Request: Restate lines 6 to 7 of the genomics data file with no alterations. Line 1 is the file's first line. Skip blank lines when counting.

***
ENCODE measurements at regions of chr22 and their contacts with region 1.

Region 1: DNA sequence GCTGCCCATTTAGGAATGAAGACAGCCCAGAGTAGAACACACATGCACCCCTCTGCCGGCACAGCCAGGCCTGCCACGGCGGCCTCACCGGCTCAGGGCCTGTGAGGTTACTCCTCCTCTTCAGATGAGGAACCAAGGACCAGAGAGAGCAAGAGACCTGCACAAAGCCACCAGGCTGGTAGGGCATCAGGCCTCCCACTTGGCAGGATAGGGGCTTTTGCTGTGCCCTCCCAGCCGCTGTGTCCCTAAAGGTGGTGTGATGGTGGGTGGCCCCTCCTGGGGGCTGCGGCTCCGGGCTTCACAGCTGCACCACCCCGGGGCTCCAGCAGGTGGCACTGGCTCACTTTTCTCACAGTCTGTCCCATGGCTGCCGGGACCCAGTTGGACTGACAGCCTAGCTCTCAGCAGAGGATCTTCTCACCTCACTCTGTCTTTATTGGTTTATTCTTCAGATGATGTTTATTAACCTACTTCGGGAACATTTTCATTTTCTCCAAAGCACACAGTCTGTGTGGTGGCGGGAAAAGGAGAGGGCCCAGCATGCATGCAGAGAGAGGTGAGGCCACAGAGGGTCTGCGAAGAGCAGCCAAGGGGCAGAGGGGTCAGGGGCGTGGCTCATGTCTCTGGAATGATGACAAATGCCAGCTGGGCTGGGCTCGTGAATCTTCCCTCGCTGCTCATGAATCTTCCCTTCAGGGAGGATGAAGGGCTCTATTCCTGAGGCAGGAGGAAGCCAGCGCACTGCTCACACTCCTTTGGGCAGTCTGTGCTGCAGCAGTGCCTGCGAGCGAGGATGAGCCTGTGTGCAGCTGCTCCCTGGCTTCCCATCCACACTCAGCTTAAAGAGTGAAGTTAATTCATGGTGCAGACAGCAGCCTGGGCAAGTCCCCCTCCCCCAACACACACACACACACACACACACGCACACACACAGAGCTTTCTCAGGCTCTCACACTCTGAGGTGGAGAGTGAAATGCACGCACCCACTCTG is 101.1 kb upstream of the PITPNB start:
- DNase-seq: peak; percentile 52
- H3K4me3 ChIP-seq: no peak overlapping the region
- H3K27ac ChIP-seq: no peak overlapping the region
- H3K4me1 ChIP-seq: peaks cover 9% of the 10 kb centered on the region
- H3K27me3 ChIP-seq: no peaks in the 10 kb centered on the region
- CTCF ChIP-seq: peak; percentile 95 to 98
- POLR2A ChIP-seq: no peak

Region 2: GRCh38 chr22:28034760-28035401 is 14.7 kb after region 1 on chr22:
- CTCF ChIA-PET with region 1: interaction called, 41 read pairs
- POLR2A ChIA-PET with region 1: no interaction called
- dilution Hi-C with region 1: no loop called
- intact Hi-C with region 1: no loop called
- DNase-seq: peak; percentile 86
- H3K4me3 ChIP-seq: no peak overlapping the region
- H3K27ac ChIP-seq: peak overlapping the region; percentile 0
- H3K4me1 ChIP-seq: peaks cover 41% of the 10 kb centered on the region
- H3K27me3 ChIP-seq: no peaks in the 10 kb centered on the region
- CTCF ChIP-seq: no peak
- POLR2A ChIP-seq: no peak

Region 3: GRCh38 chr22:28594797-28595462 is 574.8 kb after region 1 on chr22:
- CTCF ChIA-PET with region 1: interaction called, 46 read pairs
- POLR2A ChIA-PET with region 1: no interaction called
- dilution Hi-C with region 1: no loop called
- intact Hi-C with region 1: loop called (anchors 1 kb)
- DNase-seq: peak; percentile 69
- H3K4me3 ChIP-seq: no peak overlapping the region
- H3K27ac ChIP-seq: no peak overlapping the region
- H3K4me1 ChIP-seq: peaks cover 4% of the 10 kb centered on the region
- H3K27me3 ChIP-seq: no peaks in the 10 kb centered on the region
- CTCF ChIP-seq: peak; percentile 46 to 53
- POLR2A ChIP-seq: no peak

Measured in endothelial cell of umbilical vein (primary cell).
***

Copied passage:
- H3K4me1 ChIP-seq: peaks cover 9% of the 10 kb centered on the region
- H3K27me3 ChIP-seq: no peaks in the 10 kb centered on the region